I confess that I have been following all aspects of the Tariq Ramadan case perhaps a little too closely for the past few months, with the aid of Google Translate, of course — taking in the perspectives of both of the main camps in this highly polarised and politicised case.
The trouble with the bulk of onlookers in both camps (for and against) is that they only present the parts of the story that suit them. Anti-Muslim bigots paint one picture, Ramadan-supporters paint another. The same is true of many articles in the British Muslim online media.
For example, the website Islam21C reports on Mr Ramadan’s alleged alibi proving that he was in transit at the time of one of the alleged crimes, but they ignore the claim of the Union of Young Muslims who organised the conference that he was collected from the airport at 11.15am that day. And this is just one example, where some alleged facts are reported, whilst others are ignored.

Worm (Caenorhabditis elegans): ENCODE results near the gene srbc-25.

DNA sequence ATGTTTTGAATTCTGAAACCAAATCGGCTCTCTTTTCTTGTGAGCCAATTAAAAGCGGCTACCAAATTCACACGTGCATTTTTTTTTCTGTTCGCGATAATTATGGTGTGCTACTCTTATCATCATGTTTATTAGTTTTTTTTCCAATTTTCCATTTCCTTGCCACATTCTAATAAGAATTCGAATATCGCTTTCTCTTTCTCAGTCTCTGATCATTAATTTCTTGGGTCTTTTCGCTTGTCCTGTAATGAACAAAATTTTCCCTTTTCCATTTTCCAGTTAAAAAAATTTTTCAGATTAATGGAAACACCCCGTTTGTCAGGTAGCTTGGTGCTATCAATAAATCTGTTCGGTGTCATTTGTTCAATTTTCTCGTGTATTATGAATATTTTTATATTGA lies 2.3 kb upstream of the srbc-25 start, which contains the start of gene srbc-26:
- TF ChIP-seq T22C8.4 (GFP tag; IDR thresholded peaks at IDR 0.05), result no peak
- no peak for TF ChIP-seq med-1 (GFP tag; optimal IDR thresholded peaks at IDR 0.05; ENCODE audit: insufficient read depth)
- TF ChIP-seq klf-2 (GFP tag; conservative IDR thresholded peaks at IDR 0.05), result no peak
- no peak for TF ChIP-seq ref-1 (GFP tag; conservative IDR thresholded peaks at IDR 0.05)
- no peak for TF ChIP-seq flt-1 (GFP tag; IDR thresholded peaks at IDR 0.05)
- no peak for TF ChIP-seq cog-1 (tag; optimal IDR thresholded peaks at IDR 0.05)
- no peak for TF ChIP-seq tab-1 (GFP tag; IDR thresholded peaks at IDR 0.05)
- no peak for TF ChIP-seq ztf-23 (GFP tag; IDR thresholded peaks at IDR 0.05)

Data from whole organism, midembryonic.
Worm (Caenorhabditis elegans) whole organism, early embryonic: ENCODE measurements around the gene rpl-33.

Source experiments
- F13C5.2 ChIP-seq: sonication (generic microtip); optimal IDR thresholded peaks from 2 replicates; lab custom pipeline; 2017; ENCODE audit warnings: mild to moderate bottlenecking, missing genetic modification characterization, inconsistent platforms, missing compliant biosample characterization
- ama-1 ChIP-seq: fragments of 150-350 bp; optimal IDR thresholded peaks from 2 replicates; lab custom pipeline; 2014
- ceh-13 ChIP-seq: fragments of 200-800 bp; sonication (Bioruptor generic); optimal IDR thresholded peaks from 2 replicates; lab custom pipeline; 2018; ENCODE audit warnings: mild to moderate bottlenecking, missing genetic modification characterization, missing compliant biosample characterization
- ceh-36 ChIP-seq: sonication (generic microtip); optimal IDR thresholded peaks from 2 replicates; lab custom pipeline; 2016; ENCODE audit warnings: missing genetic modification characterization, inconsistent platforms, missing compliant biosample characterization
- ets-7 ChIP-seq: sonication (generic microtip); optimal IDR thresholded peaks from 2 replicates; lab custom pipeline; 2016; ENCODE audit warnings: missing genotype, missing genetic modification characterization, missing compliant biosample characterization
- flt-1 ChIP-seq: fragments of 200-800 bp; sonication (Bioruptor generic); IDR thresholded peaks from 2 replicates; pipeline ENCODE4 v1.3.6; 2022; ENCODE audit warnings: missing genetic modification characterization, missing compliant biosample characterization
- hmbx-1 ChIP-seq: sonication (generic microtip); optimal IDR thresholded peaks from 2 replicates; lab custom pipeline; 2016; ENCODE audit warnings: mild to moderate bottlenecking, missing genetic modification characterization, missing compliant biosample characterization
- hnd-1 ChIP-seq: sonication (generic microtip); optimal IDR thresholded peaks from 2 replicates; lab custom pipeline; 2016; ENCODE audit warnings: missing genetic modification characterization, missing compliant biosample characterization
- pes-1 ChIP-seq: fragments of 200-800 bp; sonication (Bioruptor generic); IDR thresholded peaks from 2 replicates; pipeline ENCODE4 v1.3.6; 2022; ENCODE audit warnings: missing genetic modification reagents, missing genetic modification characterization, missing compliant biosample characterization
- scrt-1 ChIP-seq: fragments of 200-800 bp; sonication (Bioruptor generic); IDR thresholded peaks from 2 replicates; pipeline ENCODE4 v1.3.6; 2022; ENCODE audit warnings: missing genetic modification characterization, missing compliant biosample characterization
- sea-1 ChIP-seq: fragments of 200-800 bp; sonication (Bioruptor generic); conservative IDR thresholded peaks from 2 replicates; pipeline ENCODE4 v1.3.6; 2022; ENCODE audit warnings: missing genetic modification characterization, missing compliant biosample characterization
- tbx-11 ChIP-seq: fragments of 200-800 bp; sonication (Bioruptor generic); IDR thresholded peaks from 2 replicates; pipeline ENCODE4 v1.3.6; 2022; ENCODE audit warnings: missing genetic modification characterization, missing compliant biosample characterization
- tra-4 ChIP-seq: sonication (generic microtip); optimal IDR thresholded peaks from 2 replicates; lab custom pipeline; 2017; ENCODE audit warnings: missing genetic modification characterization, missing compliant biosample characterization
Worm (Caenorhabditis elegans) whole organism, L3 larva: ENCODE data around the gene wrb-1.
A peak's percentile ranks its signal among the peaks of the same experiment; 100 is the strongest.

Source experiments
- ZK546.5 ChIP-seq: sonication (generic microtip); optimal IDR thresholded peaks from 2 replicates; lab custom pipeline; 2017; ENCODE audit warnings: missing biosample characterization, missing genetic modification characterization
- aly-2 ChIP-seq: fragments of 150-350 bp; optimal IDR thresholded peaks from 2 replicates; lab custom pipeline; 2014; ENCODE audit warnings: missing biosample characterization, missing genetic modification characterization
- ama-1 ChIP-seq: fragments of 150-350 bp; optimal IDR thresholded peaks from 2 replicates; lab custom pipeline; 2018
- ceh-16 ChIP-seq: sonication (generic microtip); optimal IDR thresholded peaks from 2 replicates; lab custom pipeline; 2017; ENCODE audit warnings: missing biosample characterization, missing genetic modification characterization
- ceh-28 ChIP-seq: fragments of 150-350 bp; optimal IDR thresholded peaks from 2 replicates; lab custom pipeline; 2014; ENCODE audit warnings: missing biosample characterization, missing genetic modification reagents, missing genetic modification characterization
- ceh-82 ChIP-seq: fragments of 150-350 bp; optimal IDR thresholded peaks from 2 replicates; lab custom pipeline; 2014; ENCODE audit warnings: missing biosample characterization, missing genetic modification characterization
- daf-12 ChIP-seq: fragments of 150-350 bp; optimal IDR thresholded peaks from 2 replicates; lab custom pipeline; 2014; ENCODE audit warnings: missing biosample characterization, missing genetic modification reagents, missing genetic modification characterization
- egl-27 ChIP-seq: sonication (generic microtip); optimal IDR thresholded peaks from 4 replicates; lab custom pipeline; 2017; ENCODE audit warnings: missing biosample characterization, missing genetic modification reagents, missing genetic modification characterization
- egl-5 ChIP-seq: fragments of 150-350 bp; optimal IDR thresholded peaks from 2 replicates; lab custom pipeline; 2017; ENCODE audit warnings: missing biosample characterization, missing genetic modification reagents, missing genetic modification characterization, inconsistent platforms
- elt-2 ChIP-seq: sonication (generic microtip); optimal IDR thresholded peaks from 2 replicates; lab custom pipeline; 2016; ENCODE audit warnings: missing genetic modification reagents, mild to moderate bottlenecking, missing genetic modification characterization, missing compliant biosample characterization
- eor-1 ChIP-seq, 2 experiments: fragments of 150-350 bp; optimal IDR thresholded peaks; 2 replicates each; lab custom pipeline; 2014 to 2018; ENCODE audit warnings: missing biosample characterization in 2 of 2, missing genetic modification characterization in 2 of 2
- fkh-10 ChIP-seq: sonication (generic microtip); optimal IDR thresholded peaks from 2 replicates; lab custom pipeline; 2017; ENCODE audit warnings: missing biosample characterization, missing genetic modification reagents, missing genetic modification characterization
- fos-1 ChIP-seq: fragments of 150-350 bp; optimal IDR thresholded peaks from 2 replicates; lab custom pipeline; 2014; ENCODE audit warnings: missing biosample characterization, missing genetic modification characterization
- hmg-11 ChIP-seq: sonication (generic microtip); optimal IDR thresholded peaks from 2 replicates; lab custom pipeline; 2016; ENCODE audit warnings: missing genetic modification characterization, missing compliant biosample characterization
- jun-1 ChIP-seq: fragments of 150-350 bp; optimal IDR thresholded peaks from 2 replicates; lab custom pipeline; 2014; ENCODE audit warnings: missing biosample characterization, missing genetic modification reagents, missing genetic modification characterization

Rather than report all of the known facts and allegations in an objective manner, all sides are taking highly selective, partisan stances, judging him either entirely guilty or entirely innocent. A more honest approach would be to report on the case without injecting our personal inclinations and prejudices. But that demands us detaching ourselves from the personalities involved, in pursuit of justice — a tall order for any of us.